For the past two years, Peter Cimino has been selling gourmet tacos in business parks in Amherst, N.Y., a suburb of Buffalo. In his bright lime green truck, creative entrées like chimichurri chicken and tomatillo pork sizzle. His Lloyd Taco Truck was personally invited by the owner of the Amherst Commerce Park to enliven the area and Pete was operating entirely on private property. But on Monday, Amherst shut his business down. A police officer even threatened to tow away Pete’s taco truck, for not having a permit.
There’s just one problem: Amherst doesn’t have a food truck permit yet.
The town is currently in the process of creating a new food truck ordinance, but it won’t even be considered until November. Instead, Amherst wants Pete to comply with a 20-year ordinance that was written for peddlers, door-to-door salesmen, and junk dealers, not street food. For $100, these street vendors get apermission slip from the government to sell in one location for 90 days. But as Pete points out, his truck usually visits five or six towns, so he could be forced to pay at least $500 in fees, every three months: “if we can’t be mobile, then we might as well just shut down.” What a great way to encourage entrepreneurs.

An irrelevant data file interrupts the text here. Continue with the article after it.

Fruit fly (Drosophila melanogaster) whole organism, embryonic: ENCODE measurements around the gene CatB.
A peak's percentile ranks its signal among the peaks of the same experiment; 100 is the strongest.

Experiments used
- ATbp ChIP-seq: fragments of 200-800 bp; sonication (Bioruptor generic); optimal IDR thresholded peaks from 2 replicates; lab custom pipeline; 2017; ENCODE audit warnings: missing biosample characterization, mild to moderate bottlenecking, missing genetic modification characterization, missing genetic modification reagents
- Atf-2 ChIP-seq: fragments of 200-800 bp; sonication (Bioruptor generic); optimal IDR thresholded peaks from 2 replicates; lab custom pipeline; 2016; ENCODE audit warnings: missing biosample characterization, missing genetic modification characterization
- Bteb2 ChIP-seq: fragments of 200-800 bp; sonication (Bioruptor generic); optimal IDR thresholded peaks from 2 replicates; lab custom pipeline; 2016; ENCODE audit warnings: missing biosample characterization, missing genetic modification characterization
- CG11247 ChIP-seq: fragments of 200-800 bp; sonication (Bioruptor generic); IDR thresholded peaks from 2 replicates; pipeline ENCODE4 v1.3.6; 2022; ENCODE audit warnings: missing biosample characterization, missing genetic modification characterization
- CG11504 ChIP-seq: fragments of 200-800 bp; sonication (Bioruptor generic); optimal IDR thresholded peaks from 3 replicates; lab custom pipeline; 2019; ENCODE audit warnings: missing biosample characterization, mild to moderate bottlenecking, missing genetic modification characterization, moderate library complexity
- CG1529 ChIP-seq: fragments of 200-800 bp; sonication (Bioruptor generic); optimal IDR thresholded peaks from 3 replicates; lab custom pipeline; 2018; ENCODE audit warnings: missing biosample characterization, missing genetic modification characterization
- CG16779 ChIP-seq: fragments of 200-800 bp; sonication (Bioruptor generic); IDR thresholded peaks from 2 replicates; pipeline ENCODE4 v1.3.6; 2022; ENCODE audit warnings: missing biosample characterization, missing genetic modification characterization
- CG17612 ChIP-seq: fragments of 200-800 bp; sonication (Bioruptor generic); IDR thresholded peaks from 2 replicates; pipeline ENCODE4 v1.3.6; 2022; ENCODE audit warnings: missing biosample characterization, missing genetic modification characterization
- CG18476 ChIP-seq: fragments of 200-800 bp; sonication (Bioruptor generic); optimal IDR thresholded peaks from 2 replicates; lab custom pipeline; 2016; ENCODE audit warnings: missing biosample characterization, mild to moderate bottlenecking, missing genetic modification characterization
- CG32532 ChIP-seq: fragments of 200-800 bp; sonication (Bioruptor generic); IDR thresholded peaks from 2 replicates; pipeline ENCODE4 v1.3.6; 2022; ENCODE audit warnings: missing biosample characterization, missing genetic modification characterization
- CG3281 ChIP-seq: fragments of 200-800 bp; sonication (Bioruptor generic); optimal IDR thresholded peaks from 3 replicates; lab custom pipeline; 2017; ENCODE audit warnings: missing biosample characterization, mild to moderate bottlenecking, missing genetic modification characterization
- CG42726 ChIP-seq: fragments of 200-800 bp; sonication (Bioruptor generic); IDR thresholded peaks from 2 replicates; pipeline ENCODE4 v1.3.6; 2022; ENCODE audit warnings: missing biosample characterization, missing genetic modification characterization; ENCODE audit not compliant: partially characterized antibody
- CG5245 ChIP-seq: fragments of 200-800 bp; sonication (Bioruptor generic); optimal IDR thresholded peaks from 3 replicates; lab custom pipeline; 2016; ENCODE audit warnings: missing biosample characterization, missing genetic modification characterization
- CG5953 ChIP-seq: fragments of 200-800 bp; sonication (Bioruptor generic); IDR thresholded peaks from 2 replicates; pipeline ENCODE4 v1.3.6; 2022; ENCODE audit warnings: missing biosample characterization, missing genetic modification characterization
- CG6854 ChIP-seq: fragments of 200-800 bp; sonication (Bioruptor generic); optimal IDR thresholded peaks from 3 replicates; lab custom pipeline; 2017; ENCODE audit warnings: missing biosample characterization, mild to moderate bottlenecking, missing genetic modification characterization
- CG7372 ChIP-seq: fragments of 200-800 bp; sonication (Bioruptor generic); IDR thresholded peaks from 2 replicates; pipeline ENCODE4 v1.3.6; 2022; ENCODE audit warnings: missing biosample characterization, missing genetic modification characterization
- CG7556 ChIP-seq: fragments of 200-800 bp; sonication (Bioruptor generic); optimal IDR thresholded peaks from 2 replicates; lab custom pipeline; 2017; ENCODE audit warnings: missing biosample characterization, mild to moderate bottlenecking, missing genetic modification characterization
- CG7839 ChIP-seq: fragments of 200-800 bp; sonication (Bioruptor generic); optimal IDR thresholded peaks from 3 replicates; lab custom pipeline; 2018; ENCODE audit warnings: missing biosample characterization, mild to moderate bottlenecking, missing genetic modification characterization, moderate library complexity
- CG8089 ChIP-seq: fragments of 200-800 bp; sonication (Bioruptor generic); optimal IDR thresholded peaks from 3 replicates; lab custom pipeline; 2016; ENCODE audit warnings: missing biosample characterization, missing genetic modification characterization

In an interview with the Buffalo News, Pete was outraged: “The way we’ve been treated, I can’t say it’s anything other than being bullied.” In addition, he actively tried to comply with all the relevant paperwork before he started selling. He called town officials to see if any permits were needed and was informed he didn’t need any. Sadly, this is the third time in less than a month that a food truck has been forced to stop vending in Amherst without a permit.
Unsurprisingly, there’s also protectionism at work here. According to the Buffalo News:
“[Police Chief John] Askey also said he was embarrassed to learn that the “anonymous complaint” lodged with the Building Department against the Lloyd Taco Truck on Monday came from one of his own officers, who has relatives in the restaurant business and called in the complaint as a private citizen.”
However, the Amherst Chamber of Commerce was quick to distance itself from the food truck crackdown,tweeting:
“ACC supports all biz, whether big, small, brick & mortar or mobile. We operate as a separate entity from the Town of Amherst.”
Pete and his Lloyd Taco truck were previously featured in an Institute for Justice video about street food vending in Buffalo. Thanks in part to IJ’s efforts there at the grassroots, the city council rejected a proposal supported by brick-and-mortars to limit food trucks to certain zones, and instead passed an ordinance favored by the food trucks that opened up more of the city to their innovative business model.